David Jones, artist and poet (1895-1974) begins his PREFACE TO THE ANATHEMATA :

'I have made a heap of all that I could find.' (1) So wrote Nennius, or whoever composed the introductory matter to Historia Brittonum. He speaks of an 'inward wound' which was caused by the fear that certain things dear to him 'should be like smoke dissipated'. Further, he says, 'not trusting my own learning, which is none at all, but partly from writings and monuments of the ancient inhabitants of Britain, partly from the annals of the Romans and the chronicles of the sacred fathers, Isidore, Hieronymous, Prosper, Eusebius and from the histories of the Scots and Saxons although our enemies . . . I have lispingly put together this . . . about past transactions, that [this material] might not be trodden under foot'. (2)

(1) The actual words are coacervavi omne quod inveni, and occur in Prologue 2 to the Historia.
(2) Quoted from the translation of Prologue 1. See The Works of Gildas and Nennius, J.A.Giles, London 1841.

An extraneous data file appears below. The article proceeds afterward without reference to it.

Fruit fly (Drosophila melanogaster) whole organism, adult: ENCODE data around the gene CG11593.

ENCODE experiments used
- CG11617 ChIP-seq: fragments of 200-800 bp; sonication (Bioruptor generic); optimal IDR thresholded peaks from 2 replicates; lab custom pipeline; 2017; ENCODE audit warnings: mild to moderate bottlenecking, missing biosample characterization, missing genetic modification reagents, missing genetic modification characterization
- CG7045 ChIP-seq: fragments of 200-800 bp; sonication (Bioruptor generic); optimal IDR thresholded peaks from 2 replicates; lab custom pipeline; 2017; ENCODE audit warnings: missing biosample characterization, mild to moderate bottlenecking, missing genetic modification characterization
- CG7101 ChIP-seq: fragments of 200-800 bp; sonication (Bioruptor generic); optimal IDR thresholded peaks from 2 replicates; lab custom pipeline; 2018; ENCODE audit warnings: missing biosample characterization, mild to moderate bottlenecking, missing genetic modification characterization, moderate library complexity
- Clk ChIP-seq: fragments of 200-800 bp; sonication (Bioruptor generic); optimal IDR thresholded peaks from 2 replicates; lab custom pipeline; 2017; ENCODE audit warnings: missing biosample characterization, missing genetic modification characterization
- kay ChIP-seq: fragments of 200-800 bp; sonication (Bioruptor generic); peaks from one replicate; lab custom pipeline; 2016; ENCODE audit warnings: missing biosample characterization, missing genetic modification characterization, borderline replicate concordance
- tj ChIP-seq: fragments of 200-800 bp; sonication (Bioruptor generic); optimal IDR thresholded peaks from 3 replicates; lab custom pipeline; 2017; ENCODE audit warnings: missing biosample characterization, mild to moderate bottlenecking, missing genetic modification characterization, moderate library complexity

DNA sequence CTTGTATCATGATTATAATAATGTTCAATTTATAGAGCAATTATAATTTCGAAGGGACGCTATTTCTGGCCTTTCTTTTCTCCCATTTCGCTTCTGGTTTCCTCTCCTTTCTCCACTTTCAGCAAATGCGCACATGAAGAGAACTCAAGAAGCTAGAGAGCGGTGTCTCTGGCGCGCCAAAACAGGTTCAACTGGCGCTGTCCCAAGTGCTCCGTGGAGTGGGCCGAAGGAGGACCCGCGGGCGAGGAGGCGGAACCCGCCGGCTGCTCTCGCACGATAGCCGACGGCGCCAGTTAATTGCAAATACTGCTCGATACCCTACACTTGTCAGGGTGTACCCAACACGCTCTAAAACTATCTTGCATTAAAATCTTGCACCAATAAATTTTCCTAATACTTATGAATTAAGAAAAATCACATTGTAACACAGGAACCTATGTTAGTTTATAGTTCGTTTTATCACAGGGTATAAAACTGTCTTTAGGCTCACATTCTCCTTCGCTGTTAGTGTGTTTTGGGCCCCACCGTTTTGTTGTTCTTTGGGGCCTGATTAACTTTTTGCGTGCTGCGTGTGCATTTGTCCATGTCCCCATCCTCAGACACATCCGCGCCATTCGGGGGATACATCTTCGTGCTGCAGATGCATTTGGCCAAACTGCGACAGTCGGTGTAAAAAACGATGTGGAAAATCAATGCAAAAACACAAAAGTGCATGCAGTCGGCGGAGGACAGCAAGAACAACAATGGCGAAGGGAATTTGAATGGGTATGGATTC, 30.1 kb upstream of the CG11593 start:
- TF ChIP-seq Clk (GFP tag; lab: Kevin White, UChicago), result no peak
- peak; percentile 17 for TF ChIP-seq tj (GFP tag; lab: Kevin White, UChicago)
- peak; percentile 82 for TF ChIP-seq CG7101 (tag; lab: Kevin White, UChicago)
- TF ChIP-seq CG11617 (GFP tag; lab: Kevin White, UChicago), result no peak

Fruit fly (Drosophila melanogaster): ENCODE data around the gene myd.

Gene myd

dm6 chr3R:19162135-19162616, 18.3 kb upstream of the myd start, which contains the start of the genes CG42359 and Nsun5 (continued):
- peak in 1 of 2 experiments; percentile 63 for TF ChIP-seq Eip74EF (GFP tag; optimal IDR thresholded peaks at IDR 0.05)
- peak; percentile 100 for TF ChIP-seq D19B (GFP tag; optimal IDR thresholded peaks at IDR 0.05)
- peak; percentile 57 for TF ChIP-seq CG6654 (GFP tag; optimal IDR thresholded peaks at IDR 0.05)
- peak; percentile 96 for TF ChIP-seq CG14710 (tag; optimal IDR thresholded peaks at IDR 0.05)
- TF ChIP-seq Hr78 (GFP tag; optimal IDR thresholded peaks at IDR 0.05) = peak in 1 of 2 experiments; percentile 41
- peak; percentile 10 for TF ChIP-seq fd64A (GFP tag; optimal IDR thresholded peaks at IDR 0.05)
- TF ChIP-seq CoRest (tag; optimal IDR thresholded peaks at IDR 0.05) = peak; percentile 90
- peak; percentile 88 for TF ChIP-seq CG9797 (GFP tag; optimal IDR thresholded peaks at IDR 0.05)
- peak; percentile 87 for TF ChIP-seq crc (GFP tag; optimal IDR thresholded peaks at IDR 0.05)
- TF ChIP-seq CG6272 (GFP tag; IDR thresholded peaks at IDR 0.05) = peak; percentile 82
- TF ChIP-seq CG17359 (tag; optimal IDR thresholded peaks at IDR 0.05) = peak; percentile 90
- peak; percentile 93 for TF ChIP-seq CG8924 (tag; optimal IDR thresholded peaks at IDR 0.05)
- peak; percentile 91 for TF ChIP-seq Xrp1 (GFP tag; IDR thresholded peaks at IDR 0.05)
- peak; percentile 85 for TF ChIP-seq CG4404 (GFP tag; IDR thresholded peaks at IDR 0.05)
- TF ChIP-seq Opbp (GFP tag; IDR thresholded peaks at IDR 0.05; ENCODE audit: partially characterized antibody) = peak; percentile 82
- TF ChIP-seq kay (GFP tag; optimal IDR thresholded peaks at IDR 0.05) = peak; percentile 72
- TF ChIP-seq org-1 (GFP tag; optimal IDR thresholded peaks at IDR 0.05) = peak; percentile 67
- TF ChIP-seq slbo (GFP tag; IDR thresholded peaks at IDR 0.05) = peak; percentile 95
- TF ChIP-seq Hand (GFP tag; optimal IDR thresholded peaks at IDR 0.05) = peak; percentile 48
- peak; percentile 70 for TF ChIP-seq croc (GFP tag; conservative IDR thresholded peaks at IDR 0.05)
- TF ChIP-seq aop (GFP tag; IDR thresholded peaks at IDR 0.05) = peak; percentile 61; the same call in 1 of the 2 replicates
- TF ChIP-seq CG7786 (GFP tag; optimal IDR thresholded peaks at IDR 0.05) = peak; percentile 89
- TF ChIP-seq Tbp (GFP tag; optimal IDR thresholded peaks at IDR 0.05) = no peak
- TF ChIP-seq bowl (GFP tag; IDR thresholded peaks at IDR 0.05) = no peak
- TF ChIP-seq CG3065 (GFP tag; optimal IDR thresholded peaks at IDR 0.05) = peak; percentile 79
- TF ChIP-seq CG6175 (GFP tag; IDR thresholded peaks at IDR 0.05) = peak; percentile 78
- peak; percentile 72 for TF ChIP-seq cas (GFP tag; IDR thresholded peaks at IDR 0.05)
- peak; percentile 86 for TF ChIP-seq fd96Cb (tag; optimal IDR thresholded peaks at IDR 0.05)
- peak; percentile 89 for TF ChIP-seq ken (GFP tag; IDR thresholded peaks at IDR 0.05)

20 September 2017

Let us look upon fine Phrases like a Laugher.

Letters of John Keats to His Family and Friends, by John Keats

110. — To Benjamin Bailey.

[Fragment (Outside Sheet) Of A Letter Addressed To Bailey At St. Andrews. Winchester, August 15, 1819.

I am convinced more and more every day that (excepting the human friend Philosopher), a fine writer is the most genuine Being in the World. Shakspeare and the paradise Lost every day become greater wonders to me. I look upon fine Phrases like a Lover.

 Fukurokuju Laughing at dot/point/matrix/text/scroll/Regard
 Kiyonari Muneaki 1588-1662 and Kiyonari Muneaki 1588-1662


 Fukurokuju Laughing at dot/point/Label/Title/detail/TAR